This is an article that makes my blood run cold.
As it turns out, a year ago, the ESTIMATED worldwide potential liability for derivatives was $60 TRILLION. Now it is at least $100 trillion. It can only be estimated because the derivatives market is unregulated and unsupervised... many times each business day, contracts for over $100 million are done with a text message to a cell phone.
This story about potential default is very significant...
1. the reason for the Wall Street bailout was strictly because of derivatives. The bad mortgages packaged into the derivative packages were only a tiny portion of the worldwide problem.
2. politicians refuse to regulate this very lucrative money making derivative tool because the Wall Streets of the world won't let them. The money made by selling derivative instruments is what funds the politicians' campaigns and lines their pockets.
3. If any nation does what this article says China contemplates doing and defaults, the lights will go out around the world relatively quickly. The total worldwide risk for derivatives is probably may multiples of worldwide annual productivity... hard to know due to under reporting.
As bad as things are now in the US and the Common Market, it would have resulted in "lights out" this year if any country allowed default. While we can't easily measure the benefits... or, even the true costs... of the US financial bailout, the default of any country on their derivative contracts would have set the entire worldwide house of cards to tumble.
These jerks are so arrogant and so desperate to generate sales that in the absence of a mortgage derivative market, they are offering older folks money for up to 80% of the value of their life insurance contracts so when the original policyholder dies, the insurance company pays the financial investor. The financial guys want to package these contracts into tranches of $100 million each and sell derivatives based on these same contracts.
Gold and silver and other noble metal investments look a lot better now than they did before I read this article.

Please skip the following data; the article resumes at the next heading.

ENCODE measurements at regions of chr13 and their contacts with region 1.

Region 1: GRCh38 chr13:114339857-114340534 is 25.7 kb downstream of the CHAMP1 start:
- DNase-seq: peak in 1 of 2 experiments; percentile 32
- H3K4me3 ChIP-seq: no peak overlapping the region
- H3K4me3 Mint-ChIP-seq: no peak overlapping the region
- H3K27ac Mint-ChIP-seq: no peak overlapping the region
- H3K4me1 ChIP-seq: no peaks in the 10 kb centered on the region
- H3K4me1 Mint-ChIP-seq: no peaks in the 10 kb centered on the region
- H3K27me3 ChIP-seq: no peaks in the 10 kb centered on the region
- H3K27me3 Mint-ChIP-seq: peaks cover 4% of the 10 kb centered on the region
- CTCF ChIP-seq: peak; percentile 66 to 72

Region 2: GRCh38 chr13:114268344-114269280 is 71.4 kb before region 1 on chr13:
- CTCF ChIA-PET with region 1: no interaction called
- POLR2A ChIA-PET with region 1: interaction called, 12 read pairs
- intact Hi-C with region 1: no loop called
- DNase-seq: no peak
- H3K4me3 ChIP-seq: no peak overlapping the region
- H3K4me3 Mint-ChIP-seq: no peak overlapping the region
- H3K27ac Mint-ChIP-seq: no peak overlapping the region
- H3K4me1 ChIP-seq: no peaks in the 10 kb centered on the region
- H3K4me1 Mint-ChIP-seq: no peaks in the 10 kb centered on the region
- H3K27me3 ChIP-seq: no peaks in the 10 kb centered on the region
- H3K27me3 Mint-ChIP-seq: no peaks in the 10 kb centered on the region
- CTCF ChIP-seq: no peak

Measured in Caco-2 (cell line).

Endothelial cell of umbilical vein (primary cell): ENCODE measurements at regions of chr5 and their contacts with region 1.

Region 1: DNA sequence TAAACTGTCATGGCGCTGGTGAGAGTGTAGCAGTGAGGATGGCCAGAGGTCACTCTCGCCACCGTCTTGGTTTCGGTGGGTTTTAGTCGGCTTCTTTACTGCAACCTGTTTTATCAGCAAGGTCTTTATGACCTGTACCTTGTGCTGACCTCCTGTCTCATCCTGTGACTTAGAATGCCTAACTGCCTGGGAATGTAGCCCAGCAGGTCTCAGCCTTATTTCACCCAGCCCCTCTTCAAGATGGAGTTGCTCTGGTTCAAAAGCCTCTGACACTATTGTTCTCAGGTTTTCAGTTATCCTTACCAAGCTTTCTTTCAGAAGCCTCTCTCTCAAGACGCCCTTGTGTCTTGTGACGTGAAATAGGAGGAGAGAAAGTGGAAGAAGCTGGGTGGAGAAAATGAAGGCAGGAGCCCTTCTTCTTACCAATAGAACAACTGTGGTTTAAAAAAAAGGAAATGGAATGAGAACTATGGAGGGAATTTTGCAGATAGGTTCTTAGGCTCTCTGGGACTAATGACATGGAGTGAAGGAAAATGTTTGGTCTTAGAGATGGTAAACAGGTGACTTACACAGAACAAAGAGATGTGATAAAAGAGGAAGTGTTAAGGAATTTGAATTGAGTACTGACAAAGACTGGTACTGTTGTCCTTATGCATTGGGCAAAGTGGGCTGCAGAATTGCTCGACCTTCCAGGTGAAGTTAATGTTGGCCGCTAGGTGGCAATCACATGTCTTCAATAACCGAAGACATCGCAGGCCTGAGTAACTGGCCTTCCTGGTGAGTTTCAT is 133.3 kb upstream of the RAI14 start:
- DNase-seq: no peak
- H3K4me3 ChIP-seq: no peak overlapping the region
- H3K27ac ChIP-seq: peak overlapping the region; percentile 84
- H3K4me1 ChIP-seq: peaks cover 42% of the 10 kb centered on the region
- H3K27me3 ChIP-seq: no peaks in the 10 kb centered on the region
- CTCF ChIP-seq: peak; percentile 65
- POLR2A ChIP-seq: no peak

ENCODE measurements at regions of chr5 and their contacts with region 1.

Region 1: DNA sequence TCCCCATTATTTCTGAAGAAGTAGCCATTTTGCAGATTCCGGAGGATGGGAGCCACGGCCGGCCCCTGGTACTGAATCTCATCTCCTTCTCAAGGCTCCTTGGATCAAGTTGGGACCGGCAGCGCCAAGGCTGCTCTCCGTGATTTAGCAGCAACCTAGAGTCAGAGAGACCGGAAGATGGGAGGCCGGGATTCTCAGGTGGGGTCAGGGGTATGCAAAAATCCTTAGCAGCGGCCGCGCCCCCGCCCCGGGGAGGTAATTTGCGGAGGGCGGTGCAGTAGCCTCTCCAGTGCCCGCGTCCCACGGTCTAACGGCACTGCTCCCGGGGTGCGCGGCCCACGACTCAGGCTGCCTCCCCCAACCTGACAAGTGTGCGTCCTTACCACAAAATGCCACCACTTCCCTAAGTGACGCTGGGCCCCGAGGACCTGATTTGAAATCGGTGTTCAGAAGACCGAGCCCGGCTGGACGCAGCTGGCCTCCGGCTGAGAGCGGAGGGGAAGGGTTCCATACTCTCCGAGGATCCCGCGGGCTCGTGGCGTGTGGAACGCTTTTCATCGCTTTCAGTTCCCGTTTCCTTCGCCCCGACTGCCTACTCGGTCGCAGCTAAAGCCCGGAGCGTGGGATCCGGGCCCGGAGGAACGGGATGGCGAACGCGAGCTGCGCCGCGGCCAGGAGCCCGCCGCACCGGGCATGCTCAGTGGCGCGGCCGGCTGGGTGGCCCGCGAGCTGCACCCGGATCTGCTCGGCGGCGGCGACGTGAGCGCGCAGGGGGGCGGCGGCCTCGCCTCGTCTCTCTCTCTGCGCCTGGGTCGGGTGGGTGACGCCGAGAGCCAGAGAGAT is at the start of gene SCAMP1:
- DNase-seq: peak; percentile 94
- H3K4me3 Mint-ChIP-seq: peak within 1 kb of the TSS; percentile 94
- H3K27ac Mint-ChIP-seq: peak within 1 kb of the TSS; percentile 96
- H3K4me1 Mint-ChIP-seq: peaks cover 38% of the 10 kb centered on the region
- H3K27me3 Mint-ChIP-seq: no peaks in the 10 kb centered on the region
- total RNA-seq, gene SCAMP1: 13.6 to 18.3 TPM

Derivatives contracts in China
Our loss, your problem
Sep 3rd 2009 | HONG KONG
From The Economist print edition
China considers bailing out of costly futures contracts
GIVEN its vast reserves and seemingly healthy economy, a default by China’s government or one of its tentacles should be one of the lesser concerns for international markets. This perception was jolted on August 28th by reports that the State-owned Assets Supervision and Administration Commission (SASAC) might endorse a move by large state-controlled enterprises under its umbrella to break derivatives contracts that were purchased last year from international banks to protect them from rising commodity prices.
Details, inevitably, are fuzzy. There is no official comment; terrified international bankers are silent. But reports in the local press and some elaboration by participants suggest that efforts by the country’s large shippers, airlines and power companies to cope with high oil prices by taking out futures contracts produced steep losses as the market reversed and prices fell.
That apparently prompted SASAC to launch an investigation, in part to find out if its wards were engaged in outright speculation, rather than hedging, but also to determine if a bail-out could be arranged. The bluntest remedy would be to break the contracts entirely; another, to force contracts to be rewritten and losses reduced. Either outcome would be costly for the foreign banks, in the short run through lost profits and in the long run because a growing business in derivatives would be badly undermined.
For China, too, the consequences would hurt. Counterparties would presumably charge more in future to offset the risk of being stiffed. There would be legal fallout as well. If the contracts were arranged outside China through subsidiaries in Hong Kong, Singapore or London, which is common, then they were almost certainly done under non-Chinese laws that are unlikely to be sympathetic to deliberate deadbeats. Given the direct ties these companies have to the state, a default could in theory trigger a sovereign credit failure and the legitimate seizure of state-owned assets (though it is a stretch to believe that any bank with interests in China would push a case that far). If the contracts were arranged inside China, the companies might claim to have lacked the authority to have engaged in them, but that would undermine their ability to do business abroad.
One theory is that Beijing is trying to squeeze foreign banks out of the derivatives business. That would accord with rules recently put into effect that restrict the ability of foreign firms to develop derivatives. China, it is said, would like its own banks to gain expertise and, if profits must be made, have them benefit. If so, independent pricing of risk, which is what derivatives are meant to be about, would be the real casualty.